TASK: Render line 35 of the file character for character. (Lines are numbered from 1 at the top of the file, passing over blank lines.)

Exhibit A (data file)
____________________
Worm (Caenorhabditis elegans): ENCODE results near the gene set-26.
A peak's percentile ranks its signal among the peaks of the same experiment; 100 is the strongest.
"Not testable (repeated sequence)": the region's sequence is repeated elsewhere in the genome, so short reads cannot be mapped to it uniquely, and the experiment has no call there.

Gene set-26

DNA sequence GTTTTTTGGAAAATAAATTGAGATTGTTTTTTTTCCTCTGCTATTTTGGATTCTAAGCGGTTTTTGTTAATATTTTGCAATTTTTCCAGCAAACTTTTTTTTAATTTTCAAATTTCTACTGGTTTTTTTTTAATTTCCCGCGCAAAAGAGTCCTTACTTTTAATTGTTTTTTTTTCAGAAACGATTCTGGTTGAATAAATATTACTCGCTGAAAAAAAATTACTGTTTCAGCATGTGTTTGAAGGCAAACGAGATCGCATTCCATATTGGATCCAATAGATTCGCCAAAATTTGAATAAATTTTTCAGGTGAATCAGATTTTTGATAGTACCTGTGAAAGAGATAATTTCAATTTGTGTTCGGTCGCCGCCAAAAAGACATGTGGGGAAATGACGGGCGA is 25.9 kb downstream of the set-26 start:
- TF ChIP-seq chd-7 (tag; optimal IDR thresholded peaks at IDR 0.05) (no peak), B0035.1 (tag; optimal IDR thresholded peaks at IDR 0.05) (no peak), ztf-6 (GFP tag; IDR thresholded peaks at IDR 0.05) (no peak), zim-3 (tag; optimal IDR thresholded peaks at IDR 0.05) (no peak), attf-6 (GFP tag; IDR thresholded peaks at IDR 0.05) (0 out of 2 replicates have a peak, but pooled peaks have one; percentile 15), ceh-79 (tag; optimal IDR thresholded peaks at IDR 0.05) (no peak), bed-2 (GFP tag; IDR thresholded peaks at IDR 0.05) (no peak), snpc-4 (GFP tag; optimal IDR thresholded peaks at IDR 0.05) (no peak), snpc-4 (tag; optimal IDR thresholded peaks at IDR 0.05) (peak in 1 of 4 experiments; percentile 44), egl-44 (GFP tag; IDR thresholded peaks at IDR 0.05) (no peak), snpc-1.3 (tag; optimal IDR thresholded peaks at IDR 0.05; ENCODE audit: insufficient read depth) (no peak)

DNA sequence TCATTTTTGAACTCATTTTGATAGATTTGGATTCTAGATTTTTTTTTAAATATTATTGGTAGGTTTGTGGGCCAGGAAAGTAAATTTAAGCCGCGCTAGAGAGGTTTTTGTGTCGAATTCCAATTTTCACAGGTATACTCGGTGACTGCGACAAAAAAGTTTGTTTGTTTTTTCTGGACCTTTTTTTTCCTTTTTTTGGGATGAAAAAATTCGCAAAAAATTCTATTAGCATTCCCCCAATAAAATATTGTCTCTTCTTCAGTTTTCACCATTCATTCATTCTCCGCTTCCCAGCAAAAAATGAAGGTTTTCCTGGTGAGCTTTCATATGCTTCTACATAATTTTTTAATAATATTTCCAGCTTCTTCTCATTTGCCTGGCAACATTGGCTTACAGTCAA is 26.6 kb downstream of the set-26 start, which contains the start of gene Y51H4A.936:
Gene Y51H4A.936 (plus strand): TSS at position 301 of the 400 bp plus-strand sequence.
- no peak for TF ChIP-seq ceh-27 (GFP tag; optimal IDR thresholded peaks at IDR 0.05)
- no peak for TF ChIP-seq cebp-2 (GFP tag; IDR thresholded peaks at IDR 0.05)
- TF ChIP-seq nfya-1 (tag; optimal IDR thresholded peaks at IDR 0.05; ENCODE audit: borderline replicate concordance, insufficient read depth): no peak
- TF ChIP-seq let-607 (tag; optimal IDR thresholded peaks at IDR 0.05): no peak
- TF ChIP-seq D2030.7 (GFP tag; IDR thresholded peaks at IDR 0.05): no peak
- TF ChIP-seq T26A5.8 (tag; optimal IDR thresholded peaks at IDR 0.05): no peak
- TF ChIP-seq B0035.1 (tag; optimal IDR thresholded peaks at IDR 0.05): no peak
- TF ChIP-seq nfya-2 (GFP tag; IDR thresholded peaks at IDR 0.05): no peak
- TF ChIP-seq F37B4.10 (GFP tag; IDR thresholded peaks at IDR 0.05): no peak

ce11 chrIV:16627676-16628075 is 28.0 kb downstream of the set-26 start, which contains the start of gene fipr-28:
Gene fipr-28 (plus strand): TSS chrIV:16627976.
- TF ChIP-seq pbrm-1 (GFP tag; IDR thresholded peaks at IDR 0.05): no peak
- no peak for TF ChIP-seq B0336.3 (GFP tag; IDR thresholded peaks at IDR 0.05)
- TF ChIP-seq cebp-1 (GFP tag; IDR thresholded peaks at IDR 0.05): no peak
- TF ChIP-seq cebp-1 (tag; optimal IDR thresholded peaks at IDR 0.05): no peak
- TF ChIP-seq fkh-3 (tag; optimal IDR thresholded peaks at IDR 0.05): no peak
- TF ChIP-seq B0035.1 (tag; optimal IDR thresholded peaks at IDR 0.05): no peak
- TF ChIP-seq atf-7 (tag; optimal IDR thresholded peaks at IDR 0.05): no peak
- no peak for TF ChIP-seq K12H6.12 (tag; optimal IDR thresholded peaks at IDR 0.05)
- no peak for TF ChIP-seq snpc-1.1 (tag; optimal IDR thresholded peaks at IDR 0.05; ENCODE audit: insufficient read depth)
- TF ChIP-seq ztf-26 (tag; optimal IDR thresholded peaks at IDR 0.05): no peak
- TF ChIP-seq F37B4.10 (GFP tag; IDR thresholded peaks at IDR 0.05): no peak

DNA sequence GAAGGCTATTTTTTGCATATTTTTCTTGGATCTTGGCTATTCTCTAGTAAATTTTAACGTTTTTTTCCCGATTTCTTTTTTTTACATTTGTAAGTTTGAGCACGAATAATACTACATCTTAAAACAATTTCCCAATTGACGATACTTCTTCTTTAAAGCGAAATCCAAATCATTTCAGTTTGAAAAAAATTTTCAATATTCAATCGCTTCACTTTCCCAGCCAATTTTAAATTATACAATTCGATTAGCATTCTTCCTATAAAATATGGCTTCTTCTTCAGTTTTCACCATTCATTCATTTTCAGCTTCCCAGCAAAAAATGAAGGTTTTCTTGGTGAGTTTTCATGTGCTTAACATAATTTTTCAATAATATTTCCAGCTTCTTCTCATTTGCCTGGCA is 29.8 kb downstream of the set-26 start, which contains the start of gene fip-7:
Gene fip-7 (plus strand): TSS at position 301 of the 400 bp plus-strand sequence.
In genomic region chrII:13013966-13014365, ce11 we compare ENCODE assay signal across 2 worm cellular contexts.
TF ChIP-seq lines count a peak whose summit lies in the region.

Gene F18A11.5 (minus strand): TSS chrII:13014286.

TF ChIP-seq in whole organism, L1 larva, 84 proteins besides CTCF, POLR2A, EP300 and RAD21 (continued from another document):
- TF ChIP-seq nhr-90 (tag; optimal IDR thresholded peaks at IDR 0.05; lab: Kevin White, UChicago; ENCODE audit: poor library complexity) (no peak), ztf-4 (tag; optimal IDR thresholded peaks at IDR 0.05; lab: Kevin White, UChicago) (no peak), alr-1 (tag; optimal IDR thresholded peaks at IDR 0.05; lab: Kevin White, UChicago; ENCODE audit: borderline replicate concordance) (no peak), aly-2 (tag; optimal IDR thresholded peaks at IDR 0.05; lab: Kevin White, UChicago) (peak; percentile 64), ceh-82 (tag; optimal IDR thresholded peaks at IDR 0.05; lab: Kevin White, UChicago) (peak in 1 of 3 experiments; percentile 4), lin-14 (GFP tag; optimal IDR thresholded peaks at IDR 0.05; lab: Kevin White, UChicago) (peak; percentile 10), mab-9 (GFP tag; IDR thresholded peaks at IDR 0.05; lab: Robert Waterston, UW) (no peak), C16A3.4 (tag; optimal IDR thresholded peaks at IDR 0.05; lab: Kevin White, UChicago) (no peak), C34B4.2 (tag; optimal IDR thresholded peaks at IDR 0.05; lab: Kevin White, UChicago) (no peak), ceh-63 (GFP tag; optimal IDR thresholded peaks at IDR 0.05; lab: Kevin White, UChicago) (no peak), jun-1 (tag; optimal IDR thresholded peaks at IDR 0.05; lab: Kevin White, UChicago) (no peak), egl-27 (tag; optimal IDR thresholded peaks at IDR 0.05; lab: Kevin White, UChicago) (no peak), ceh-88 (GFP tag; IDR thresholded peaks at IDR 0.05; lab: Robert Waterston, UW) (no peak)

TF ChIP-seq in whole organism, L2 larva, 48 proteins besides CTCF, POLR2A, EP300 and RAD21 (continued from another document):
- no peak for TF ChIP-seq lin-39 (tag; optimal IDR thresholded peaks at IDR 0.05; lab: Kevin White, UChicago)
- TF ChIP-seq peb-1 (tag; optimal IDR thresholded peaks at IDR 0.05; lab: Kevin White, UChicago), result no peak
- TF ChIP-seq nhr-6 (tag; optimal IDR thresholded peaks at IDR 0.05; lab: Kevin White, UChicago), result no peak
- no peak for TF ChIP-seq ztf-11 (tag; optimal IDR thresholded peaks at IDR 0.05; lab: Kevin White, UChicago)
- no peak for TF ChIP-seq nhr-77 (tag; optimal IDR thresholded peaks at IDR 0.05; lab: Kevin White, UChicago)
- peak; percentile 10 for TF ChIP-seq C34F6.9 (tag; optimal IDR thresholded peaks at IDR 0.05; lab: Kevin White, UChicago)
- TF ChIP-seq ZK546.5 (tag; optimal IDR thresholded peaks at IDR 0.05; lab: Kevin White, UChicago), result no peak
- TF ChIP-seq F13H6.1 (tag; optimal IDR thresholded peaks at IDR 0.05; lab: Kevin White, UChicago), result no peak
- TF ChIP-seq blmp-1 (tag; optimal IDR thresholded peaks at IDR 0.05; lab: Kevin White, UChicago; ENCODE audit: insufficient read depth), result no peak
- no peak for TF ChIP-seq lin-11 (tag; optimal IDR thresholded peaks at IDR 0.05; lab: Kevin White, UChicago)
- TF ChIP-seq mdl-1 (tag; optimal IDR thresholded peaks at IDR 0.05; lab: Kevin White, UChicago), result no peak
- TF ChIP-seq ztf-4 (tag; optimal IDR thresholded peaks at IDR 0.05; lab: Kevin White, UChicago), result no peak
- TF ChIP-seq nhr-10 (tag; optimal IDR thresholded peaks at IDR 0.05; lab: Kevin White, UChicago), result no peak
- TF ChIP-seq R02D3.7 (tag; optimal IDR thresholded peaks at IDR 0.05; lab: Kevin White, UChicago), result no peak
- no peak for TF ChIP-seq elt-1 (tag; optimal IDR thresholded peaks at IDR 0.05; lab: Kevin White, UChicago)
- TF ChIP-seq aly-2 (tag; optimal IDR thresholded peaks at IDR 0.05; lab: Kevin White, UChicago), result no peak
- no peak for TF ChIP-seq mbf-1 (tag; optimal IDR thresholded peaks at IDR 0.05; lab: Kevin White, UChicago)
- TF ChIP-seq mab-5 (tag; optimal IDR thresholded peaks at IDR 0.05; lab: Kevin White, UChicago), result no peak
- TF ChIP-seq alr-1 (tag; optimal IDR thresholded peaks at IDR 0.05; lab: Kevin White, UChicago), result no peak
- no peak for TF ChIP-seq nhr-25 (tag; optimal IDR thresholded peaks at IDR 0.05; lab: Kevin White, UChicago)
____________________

Gene F18A11.5 (minus strand): TSS chrII:13014286.